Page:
With distance learning and videoconferencing on the rise, the FBI says it has received reports that video platforms are being hijacked (“Zoom-bombing”).
Two schools in Massachusetts reported the following incidents:
- In late March 2020, a Massachusetts-based high school reported that while a teacher was conducting an online class using the teleconferencing software Zoom, an unidentified individual(s) dialed into the classroom. This individual yelled a profanity and then shouted the teacher’s home address in the middle of instruction.
- A second Massachusetts-based school reported a Zoom meeting being accessed by an unidentified individual. In this incident, the individual was visible on the video camera and displayed swastika tattoos.
The FBI recommends individuals take the following steps to mitigate teleconference hijacking threats:
- Do not make meetings or classrooms public. In Zoom, there are two options to make a meeting private: require a meeting password or use the waiting room feature and control the admittance of guests.
- Do not share a link to a teleconference or classroom on an unrestricted publicly available social media post. Provide the link directly to specific people.
- Manage screensharing options. In Zoom, change screensharing to “Host Only.”
- Ensure users are using the updated version of remote access/meeting applications. In January 2020, Zoom updated their software. In their security update, the teleconference software provider added passwords by default for meetings and disabled the ability to randomly scan for meetings to join.
- Lastly, ensure that your organization’s telework policy or guide addresses requirements for physical and information security.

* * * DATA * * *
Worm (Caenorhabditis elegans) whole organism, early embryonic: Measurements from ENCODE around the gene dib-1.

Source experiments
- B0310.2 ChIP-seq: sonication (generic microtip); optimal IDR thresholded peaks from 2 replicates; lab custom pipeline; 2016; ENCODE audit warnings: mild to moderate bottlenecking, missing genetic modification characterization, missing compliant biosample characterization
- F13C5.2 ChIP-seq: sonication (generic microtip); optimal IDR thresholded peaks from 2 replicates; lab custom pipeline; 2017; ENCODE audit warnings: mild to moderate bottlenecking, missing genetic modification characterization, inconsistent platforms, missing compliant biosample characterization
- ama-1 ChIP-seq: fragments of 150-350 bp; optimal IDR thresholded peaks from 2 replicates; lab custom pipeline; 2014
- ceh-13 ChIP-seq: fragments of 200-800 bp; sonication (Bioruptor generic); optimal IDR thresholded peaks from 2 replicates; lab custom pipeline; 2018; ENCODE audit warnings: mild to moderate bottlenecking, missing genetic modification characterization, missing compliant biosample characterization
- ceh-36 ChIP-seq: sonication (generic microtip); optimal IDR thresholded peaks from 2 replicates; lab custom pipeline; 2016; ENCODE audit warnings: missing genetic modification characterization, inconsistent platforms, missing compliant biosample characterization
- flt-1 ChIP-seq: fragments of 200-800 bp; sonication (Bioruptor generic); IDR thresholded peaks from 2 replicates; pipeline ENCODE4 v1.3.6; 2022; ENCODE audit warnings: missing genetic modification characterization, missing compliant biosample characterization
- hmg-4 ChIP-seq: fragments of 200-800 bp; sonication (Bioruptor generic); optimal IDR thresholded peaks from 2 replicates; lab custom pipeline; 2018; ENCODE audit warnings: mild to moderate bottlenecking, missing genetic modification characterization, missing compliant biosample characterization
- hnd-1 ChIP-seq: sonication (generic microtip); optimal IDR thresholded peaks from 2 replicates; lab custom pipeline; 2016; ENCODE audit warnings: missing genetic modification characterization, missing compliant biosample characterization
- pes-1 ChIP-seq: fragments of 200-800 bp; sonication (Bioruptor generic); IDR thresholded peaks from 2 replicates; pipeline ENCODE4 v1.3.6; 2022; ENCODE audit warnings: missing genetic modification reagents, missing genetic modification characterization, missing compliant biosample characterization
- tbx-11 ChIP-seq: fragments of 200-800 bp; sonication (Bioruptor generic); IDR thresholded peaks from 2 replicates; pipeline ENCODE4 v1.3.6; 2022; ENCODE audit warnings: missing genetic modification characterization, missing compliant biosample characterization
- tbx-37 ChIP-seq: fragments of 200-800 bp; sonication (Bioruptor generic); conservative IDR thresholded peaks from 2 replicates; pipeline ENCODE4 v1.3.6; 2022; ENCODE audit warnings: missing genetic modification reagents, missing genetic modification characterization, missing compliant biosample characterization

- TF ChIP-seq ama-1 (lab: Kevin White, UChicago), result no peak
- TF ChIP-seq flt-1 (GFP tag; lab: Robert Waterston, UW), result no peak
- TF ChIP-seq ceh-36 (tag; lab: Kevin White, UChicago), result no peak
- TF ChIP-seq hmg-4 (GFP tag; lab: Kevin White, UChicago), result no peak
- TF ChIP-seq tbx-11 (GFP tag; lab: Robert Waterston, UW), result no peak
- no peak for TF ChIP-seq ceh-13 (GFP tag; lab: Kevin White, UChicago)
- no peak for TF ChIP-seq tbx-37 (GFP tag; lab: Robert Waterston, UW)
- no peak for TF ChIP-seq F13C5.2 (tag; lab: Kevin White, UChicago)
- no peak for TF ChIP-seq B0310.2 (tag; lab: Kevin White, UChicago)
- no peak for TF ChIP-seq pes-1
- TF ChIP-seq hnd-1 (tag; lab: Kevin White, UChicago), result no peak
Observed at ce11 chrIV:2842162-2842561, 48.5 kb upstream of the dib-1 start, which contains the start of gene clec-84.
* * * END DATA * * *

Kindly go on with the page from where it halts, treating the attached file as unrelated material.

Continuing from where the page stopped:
If you were a victim of a teleconference hijacking, or any cyber-crime, report it to the FBI’s Internet Crime Complaint Center at ic3.gov. Additionally, if you receive a specific threat during a teleconference, report it at tips.fbi.gov or call the FBI Boston Division at (857) 386-2000.
The FBI is also warning that videoconferencing and children’s increased online presence pose an increased risk for child exploitation. The agency is warning parents, educators, caregivers and children about the dangers of online sexual exploitation and signs of child abuse.
The FBI is providing the following background information on this issue:
Online sexual exploitation comes in many forms. Individuals may coerce victims into providing sexually explicit images or videos of themselves, often in compliance with offenders’ threats to post the images publicly or send the images to victims’ friends and family.
Other offenders may make casual contact with children online, gain their trust, and introduce sexual conversation that increases in egregiousness over time. Ultimately this activity may result in maintaining an online relationship that includes sexual conversation and the exchange of illicit images, to eventually physically meeting the child in-person.
In order for the victimization to stop, children typically have to come forward to someone they trust—typically a parent, teacher, caregiver, or law enforcement. The embarrassment of being enticed and/or coerced to engage in unwanted behavior is what often prevents children from coming forward. Offenders may have hundreds of victims around the world, so coming forward to help law enforcement identify offenders may prevent countless other incidents of sexual exploitation.